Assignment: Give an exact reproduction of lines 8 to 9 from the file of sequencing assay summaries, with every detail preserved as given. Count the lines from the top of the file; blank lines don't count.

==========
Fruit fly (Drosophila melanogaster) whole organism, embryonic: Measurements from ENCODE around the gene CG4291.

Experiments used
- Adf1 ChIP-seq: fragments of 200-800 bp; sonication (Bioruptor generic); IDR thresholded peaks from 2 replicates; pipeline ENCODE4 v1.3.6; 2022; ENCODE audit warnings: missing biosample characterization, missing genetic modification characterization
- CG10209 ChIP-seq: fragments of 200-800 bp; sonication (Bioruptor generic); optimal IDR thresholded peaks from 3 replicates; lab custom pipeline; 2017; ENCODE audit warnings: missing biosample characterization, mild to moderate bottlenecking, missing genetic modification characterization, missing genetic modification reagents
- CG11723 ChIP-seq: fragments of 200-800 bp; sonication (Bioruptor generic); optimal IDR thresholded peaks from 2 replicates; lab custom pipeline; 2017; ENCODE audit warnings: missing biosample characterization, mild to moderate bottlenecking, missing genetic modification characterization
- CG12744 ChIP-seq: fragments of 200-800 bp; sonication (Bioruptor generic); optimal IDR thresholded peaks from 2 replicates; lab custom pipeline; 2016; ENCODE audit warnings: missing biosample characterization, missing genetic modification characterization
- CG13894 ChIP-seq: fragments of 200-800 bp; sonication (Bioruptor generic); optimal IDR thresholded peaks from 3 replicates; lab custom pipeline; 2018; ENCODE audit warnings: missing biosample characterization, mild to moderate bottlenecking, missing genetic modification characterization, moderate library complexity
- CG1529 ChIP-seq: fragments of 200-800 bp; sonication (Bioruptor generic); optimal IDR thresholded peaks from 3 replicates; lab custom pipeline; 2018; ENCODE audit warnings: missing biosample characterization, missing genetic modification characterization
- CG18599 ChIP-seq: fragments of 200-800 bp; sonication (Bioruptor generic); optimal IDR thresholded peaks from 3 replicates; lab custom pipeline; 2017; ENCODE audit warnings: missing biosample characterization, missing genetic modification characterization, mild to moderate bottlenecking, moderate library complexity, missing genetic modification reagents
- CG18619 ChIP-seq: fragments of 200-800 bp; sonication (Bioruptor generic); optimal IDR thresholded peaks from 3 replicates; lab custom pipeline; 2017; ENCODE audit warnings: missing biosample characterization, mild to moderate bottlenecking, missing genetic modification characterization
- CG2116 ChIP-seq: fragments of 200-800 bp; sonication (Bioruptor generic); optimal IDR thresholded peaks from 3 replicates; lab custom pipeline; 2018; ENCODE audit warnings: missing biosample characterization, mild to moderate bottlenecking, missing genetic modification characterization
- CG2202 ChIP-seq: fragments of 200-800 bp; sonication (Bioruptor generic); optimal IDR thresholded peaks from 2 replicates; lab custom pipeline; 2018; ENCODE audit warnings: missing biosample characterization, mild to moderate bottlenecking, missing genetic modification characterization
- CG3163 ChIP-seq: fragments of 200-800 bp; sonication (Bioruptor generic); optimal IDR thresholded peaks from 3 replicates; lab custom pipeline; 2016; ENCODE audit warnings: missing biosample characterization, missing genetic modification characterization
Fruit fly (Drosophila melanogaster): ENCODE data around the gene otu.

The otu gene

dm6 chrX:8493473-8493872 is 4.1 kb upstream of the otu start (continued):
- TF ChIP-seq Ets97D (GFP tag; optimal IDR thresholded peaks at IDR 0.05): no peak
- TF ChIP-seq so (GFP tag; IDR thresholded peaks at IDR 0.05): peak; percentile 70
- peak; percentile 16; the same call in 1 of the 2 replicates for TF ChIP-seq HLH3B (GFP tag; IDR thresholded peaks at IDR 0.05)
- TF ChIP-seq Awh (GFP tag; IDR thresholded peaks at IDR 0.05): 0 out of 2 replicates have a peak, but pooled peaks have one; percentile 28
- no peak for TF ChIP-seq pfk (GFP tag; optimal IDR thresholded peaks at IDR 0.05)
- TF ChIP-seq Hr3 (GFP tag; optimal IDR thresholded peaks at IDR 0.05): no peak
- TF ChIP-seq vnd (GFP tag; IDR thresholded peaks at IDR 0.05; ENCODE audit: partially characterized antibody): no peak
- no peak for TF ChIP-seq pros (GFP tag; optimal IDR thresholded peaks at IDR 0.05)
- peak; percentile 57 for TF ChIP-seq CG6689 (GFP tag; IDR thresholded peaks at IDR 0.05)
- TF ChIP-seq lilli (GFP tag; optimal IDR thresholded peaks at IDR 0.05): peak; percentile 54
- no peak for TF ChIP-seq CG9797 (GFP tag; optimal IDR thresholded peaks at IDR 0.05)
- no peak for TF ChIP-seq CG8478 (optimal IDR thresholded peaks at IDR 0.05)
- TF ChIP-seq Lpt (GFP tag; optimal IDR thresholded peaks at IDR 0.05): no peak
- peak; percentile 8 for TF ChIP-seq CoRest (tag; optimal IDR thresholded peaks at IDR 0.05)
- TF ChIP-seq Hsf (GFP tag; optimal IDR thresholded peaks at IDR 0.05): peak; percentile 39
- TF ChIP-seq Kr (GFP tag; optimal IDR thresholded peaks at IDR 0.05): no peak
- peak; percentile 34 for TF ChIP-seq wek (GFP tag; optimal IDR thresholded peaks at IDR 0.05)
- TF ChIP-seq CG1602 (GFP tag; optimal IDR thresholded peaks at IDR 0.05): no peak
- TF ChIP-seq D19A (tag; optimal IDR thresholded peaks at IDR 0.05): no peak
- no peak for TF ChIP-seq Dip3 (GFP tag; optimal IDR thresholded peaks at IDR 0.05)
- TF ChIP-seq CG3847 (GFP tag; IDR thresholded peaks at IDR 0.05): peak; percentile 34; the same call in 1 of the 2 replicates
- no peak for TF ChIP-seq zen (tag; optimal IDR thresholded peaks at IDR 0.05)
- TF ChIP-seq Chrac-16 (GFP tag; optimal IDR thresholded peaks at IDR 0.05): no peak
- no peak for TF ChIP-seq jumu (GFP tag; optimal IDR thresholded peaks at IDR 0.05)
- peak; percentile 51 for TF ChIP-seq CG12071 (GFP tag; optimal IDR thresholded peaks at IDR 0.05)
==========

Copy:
- CG1529 ChIP-seq: fragments of 200-800 bp; sonication (Bioruptor generic); optimal IDR thresholded peaks from 3 replicates; lab custom pipeline; 2018; ENCODE audit warnings: missing biosample characterization, missing genetic modification characterization
- CG18599 ChIP-seq: fragments of 200-800 bp; sonication (Bioruptor generic); optimal IDR thresholded peaks from 3 replicates; lab custom pipeline; 2017; ENCODE audit warnings: missing biosample characterization, missing genetic modification characterization, mild to moderate bottlenecking, moderate library complexity, missing genetic modification reagents